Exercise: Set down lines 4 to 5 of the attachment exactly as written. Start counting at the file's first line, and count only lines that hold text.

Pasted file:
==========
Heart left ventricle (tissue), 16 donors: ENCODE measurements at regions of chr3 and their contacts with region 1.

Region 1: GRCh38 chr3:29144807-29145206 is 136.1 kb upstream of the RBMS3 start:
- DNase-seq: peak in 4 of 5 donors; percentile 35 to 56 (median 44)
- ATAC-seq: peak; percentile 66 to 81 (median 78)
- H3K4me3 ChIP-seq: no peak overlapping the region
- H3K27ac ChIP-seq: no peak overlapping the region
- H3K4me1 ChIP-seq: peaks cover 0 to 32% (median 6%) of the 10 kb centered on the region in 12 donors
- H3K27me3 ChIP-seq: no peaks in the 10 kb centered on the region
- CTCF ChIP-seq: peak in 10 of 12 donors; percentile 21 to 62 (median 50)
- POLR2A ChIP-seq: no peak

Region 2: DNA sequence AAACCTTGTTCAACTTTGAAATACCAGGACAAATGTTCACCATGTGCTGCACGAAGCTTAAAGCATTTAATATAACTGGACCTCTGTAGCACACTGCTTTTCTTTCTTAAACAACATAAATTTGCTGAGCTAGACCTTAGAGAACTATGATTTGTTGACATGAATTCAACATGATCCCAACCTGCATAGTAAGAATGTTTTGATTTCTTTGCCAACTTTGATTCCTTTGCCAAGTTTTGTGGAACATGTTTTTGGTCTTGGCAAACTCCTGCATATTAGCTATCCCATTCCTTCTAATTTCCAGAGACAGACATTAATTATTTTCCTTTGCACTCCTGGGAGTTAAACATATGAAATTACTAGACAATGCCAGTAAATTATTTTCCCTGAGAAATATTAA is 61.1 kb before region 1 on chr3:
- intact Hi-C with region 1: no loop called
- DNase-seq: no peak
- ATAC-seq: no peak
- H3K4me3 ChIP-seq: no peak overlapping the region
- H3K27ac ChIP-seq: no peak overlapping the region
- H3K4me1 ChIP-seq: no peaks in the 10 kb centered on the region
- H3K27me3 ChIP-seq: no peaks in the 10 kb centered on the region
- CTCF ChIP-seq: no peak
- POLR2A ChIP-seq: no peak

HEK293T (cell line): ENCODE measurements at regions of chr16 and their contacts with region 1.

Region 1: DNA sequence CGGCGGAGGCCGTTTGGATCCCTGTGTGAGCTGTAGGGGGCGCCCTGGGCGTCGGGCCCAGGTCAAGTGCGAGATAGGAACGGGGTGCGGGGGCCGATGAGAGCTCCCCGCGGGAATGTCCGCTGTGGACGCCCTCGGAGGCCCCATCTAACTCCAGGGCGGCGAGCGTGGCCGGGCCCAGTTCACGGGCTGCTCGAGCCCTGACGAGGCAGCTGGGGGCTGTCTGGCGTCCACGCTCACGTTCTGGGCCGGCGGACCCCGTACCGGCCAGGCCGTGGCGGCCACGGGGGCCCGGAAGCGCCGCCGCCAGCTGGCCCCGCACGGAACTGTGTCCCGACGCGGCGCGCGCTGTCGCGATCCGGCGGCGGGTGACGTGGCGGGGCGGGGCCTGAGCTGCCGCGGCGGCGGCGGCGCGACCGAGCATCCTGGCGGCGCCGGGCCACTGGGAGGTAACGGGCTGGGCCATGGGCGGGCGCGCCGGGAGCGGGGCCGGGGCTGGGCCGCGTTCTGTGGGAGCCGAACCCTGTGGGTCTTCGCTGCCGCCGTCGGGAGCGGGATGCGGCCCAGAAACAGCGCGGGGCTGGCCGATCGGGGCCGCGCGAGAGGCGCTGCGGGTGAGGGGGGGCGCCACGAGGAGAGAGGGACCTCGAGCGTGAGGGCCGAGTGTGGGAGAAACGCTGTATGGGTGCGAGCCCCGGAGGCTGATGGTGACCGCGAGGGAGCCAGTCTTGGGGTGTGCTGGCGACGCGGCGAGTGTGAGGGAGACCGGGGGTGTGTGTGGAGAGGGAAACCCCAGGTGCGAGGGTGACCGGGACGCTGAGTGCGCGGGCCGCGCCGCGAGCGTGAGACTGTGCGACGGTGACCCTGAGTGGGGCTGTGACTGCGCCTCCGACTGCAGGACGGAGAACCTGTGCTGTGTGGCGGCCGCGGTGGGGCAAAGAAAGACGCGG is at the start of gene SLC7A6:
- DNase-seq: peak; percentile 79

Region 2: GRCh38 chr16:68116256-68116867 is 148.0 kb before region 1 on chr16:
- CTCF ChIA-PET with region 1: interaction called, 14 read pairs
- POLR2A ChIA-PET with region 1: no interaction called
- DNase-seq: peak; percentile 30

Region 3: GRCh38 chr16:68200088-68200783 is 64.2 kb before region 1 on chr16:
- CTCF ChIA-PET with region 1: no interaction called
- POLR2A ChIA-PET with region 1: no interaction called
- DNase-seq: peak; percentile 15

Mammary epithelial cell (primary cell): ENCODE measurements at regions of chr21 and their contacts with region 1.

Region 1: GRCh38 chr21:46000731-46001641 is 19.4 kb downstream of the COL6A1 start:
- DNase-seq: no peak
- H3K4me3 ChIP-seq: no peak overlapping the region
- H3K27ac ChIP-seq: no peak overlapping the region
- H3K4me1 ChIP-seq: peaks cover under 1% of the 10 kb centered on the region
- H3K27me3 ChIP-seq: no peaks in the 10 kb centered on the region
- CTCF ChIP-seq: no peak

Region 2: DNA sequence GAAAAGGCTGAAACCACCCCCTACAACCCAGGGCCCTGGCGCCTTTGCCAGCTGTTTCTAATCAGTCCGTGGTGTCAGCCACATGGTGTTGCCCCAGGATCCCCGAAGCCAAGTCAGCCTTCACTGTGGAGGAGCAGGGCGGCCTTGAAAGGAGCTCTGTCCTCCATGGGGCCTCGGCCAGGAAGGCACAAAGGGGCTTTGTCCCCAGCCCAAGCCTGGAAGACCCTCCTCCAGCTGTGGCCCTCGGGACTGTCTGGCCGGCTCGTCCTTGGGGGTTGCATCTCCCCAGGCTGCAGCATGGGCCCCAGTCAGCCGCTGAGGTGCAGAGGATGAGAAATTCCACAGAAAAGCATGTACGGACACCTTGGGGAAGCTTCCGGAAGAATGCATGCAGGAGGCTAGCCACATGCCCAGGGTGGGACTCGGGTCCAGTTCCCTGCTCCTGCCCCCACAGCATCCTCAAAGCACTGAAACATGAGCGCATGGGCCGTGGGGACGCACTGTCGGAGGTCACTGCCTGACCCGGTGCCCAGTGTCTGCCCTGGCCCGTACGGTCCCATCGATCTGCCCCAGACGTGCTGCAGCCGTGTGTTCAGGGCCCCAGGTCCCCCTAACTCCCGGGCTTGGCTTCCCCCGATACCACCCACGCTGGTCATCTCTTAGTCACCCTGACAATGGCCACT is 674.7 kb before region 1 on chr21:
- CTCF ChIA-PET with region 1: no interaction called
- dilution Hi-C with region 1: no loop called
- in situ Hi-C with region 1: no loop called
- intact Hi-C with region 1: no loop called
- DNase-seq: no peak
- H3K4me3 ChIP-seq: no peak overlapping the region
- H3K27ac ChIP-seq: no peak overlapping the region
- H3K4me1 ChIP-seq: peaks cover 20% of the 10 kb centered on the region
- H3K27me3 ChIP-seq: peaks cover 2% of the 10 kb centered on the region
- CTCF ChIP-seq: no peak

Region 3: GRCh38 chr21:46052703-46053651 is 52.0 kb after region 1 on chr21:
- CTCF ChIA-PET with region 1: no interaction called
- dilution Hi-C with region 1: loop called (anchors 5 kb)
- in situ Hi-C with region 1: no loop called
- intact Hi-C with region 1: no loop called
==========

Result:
- ATAC-seq: peak; percentile 66 to 81 (median 78)
- H3K4me3 ChIP-seq: no peak overlapping the region